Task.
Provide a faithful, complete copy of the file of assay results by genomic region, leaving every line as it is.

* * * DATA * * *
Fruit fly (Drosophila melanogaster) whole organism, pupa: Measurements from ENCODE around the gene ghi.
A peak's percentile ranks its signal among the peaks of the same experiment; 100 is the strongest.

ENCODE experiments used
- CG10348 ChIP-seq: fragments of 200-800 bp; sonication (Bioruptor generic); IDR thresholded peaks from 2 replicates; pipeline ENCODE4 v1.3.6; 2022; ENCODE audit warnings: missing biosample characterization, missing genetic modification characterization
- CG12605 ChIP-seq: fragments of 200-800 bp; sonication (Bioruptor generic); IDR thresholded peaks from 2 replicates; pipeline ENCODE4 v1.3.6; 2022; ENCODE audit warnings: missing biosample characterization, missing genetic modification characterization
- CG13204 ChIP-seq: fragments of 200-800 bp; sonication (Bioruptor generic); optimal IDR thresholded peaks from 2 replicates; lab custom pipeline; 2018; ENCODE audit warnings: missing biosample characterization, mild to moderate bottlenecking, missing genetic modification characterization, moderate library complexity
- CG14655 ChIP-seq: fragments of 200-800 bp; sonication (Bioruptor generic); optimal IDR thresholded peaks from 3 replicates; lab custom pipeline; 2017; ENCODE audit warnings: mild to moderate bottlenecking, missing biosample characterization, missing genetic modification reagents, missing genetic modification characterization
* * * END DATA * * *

Fruit fly (Drosophila melanogaster) whole organism, pupa: Measurements from ENCODE around the gene ghi.
A peak's percentile ranks its signal among the peaks of the same experiment; 100 is the strongest.

ENCODE experiments used
- CG10348 ChIP-seq: fragments of 200-800 bp; sonication (Bioruptor generic); IDR thresholded peaks from 2 replicates; pipeline ENCODE4 v1.3.6; 2022; ENCODE audit warnings: missing biosample characterization, missing genetic modification characterization
- CG12605 ChIP-seq: fragments of 200-800 bp; sonication (Bioruptor generic); IDR thresholded peaks from 2 replicates; pipeline ENCODE4 v1.3.6; 2022; ENCODE audit warnings: missing biosample characterization, missing genetic modification characterization
- CG13204 ChIP-seq: fragments of 200-800 bp; sonication (Bioruptor generic); optimal IDR thresholded peaks from 2 replicates; lab custom pipeline; 2018; ENCODE audit warnings: missing biosample characterization, mild to moderate bottlenecking, missing genetic modification characterization, moderate library complexity
- CG14655 ChIP-seq: fragments of 200-800 bp; sonication (Bioruptor generic); optimal IDR thresholded peaks from 3 replicates; lab custom pipeline; 2017; ENCODE audit warnings: mild to moderate bottlenecking, missing biosample characterization, missing genetic modification reagents, missing genetic modification characterization